“Pub Crawl” Huge SuccessPosted: April 16, 2009
Many college students frequent downtown Athens, at times running up bar tabs on beers and mixed drinks.
For the entrepreneurial minded Pi Sigma Epsilon, this segment of consumers was an untapped source of revenue waiting to be exploited in an effort to raise money.
The business fraternity conjured up “Pub Crawl,” an event for college students to get drinks cheap at participating bars.
“People always talk about jumping around from place to place,” said Thomas Barrett, a member of the frat. “So we knew if we could get a few bars on board to support the cause, it would be a good way to raise some money.”
The frat chose April 8-9, a Wednesday and Thursday night, to hold the “Crawl,” sold the idea to 10 bars and printed up t-shirts, which sold for $12 apiece. Anyone wearing the shirt on the intended nights received drinks at discounted prices.
Popular bars including J.R.’s, Sideways and Flanagan’s headlined the participating bars, lending credibility and popularity.
“We really wanted to get well known places on the list, just to add to the positive vibe,” Barrett said. “Once the ball got rolling, there wasn’t much that could stop it. Sideways and Flanagan’s joining was a huge boost.”
The proceeds were donated to Relay for Life, a charity group made famous by former President Jimmy Carter who builds homes for families in unfortunate circumstances.
“Relay for Life reflects leadership with members of a given community helping those down on their luck,” Barrett said. “They go out, help people overcome trials and tribulations to get back on their feet. That’s why we chose to donate the money to their organization.”
The frat was hoping to sell 400 shirts. The end result exceeded the projection, as 700 shirts were sold, at $5 profit per shirt. Also ad space was sold on the shirt, adding to the total.
Members of the frat fanned out across Athens, selling shirts to friends, and also to students with a table set up in Tate Plaza. The bars helped out as well, selling shirts in the week leading up to the two night frenzy.
“We we’re extremely pleased with the turnout,” Barrett said. “It really helped out the frat and the cause. We had tremendous feedback.”
For those who bought shirts and participated, it was another night of fun in Athens, with added benefits.
“There was a big group of us who went together, and we had a big time,” said Carmalita Haney, who went out Wednesday. “Most of the bars were packed, and we made the most of the night.”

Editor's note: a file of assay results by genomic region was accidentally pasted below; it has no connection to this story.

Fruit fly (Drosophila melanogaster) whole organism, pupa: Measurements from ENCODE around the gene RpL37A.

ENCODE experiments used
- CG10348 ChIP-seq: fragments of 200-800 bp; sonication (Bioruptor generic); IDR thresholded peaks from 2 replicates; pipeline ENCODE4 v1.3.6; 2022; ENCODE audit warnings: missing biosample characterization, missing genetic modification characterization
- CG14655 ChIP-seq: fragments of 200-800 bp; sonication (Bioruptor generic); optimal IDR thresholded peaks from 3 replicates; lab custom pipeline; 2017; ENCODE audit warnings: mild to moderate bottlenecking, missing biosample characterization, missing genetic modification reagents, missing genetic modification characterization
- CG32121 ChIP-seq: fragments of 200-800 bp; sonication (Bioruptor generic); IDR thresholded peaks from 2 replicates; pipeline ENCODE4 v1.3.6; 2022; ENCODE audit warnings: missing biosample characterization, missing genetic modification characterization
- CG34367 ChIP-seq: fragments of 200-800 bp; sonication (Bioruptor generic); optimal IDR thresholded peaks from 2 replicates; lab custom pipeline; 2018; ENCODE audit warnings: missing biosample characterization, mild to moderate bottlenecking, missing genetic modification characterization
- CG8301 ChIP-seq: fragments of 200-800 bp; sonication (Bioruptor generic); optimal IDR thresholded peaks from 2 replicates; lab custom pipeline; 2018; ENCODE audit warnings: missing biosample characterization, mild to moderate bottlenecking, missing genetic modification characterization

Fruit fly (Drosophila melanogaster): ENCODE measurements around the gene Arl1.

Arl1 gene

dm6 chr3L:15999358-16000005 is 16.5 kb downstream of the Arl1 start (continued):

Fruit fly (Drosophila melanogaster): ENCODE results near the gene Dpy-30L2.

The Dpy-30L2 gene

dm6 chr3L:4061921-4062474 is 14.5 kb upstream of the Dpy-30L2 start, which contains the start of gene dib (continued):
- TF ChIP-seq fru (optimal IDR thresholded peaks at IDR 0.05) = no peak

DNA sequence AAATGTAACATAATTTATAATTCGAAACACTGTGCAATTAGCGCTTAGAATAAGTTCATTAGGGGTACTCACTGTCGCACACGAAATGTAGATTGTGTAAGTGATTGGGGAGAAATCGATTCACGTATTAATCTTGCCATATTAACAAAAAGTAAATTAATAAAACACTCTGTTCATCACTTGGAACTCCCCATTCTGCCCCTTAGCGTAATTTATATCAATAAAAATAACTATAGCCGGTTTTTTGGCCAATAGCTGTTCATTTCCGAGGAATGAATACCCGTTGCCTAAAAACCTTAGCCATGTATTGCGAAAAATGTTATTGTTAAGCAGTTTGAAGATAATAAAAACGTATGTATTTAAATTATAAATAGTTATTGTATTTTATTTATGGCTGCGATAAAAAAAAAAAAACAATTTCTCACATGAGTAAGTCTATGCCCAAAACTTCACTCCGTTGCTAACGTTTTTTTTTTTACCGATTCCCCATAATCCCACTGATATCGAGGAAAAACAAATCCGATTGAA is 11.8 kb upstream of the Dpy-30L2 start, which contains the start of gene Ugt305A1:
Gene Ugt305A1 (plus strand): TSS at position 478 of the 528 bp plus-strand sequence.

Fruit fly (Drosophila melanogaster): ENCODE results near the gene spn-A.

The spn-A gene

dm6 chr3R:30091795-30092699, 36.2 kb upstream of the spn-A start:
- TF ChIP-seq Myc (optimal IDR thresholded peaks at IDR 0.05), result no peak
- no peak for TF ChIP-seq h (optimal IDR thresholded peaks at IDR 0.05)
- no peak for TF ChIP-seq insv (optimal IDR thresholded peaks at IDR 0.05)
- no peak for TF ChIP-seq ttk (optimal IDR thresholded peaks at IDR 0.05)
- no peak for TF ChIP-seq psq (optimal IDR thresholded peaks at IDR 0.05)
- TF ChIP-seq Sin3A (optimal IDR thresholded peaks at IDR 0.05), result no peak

The bars, which were paid $300 to offer the deals, held the distinction of what drinks to offer at reduced prices. The strategy paid off.
“Having different drink specials at each bar kept everything interesting,” said Taylor Baker, visiting from Chapel Hill, NC. “We went to all 10 bars and each time we walked into a new bar we were kind of anticipating what drink we could get. We didn’t get bored, I’ll say that.”
The bars were happy to help the cause, but Jonathan Messer, a bartender at 8e’s bar, indicated the profit worked two ways.
“We did lose some money with the drinks we offered as specials,” he said, speaking of a sweet tea vodka for $2 and $1.50 well liquor. “But, we had a bigger crowd, and some people with the shirts on still bought other drinks at full price, so the bar still got its share.”
For some party goers like Chris Taylor, contributing to a good cause was justification for large spending.
“I’m glad the money went to charity, because counting the shirt I spent $88 dollars, which for me is a major loss,” he said.
Despite the loss of cash, the night was a success for all involved.
“We didn’t have any reports of any fights, or incidents,” Barrett said. “Everything went perfect. It was a smooth night and everybody had a great time.”
Added Taylor: “It’s drinking in Athens, with the charity aspect giving the green light. I got to drink, be with friends and help out a charity. What more could I have done on a Wednesday night?”
The event received great feedback, Thomas said, and the fraternity hopes to make “Pub Crawl” an annual event.
“It was such a hit, we have to do at least once a year,” Barrett said. “I’d like to hopefully do it more than once a year in the future.”